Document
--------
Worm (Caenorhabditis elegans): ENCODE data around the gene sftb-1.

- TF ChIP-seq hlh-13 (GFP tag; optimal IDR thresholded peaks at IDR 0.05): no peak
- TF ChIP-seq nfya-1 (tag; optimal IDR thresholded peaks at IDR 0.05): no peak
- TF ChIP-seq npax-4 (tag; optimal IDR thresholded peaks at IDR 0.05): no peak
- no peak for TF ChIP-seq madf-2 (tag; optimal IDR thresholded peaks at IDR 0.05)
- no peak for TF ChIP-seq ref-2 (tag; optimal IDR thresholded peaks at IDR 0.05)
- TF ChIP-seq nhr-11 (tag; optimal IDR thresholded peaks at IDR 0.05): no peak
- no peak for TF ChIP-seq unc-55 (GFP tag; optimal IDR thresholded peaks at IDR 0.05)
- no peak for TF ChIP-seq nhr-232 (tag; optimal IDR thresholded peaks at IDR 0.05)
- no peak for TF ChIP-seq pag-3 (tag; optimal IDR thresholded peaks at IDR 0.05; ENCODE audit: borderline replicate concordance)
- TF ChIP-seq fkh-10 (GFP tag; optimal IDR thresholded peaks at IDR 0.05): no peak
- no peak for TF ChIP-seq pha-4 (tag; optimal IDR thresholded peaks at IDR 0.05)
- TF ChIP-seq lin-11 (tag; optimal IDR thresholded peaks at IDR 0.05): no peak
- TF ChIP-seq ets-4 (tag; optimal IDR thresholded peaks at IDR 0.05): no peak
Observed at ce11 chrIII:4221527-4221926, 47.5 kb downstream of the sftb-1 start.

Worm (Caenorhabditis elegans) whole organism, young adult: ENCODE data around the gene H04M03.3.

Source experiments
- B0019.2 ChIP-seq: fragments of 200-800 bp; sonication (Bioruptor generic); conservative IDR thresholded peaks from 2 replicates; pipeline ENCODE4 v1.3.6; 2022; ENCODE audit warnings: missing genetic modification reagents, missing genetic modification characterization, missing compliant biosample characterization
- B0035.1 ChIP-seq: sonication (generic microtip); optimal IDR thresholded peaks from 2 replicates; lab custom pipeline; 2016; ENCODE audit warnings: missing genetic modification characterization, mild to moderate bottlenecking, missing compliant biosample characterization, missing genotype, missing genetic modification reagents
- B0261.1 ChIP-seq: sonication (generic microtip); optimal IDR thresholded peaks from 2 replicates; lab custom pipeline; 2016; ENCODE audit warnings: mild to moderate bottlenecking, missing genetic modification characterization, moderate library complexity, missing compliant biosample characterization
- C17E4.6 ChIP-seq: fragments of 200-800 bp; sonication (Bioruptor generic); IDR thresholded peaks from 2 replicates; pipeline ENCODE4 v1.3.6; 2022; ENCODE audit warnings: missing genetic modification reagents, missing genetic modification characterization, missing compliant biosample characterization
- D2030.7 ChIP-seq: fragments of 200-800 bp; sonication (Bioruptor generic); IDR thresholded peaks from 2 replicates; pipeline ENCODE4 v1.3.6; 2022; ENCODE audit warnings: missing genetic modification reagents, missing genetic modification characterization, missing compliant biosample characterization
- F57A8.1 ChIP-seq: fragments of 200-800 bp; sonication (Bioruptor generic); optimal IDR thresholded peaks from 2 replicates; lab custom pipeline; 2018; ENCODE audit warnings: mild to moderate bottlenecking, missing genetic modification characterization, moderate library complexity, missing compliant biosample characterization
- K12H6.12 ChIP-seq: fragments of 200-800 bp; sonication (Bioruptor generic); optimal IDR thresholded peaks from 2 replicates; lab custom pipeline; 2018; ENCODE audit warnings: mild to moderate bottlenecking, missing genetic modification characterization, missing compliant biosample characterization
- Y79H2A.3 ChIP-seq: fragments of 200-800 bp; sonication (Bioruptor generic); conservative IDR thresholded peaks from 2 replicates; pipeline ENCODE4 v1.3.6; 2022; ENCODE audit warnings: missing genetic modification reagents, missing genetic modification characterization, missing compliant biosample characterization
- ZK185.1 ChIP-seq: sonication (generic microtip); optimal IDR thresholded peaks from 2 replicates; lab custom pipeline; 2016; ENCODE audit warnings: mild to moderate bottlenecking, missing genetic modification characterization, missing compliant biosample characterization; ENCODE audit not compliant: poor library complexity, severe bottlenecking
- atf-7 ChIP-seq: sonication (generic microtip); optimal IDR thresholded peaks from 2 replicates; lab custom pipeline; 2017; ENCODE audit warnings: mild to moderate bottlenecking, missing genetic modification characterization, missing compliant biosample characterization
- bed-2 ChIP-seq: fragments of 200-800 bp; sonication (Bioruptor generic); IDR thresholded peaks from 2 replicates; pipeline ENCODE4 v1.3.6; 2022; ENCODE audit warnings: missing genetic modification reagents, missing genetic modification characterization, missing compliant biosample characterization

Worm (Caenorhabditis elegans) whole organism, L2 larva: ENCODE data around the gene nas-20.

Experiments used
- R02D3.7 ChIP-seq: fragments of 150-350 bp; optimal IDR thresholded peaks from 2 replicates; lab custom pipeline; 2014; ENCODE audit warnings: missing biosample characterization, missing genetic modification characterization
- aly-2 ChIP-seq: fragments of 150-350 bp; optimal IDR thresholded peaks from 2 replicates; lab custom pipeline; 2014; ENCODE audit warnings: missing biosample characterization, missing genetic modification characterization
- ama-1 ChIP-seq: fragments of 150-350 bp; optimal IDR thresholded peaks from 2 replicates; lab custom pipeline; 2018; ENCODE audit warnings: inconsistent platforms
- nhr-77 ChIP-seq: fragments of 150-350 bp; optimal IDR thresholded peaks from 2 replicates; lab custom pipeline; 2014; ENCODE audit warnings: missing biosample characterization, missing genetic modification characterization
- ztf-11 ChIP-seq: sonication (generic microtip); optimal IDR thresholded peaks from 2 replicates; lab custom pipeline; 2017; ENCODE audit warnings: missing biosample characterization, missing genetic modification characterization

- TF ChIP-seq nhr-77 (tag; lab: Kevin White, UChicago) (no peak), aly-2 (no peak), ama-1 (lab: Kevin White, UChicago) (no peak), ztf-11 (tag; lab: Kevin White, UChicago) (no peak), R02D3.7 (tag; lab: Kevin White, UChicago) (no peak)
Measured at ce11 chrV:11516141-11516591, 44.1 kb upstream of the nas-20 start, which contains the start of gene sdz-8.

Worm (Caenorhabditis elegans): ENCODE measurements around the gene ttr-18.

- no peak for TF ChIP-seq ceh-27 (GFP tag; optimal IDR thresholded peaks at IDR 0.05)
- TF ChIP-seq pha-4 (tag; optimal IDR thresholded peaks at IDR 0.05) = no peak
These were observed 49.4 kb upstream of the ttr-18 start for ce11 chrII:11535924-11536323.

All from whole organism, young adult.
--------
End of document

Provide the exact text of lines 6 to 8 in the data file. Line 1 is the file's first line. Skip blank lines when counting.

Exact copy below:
- no peak for TF ChIP-seq ref-2 (tag; optimal IDR thresholded peaks at IDR 0.05)
- TF ChIP-seq nhr-11 (tag; optimal IDR thresholded peaks at IDR 0.05): no peak
- no peak for TF ChIP-seq unc-55 (GFP tag; optimal IDR thresholded peaks at IDR 0.05)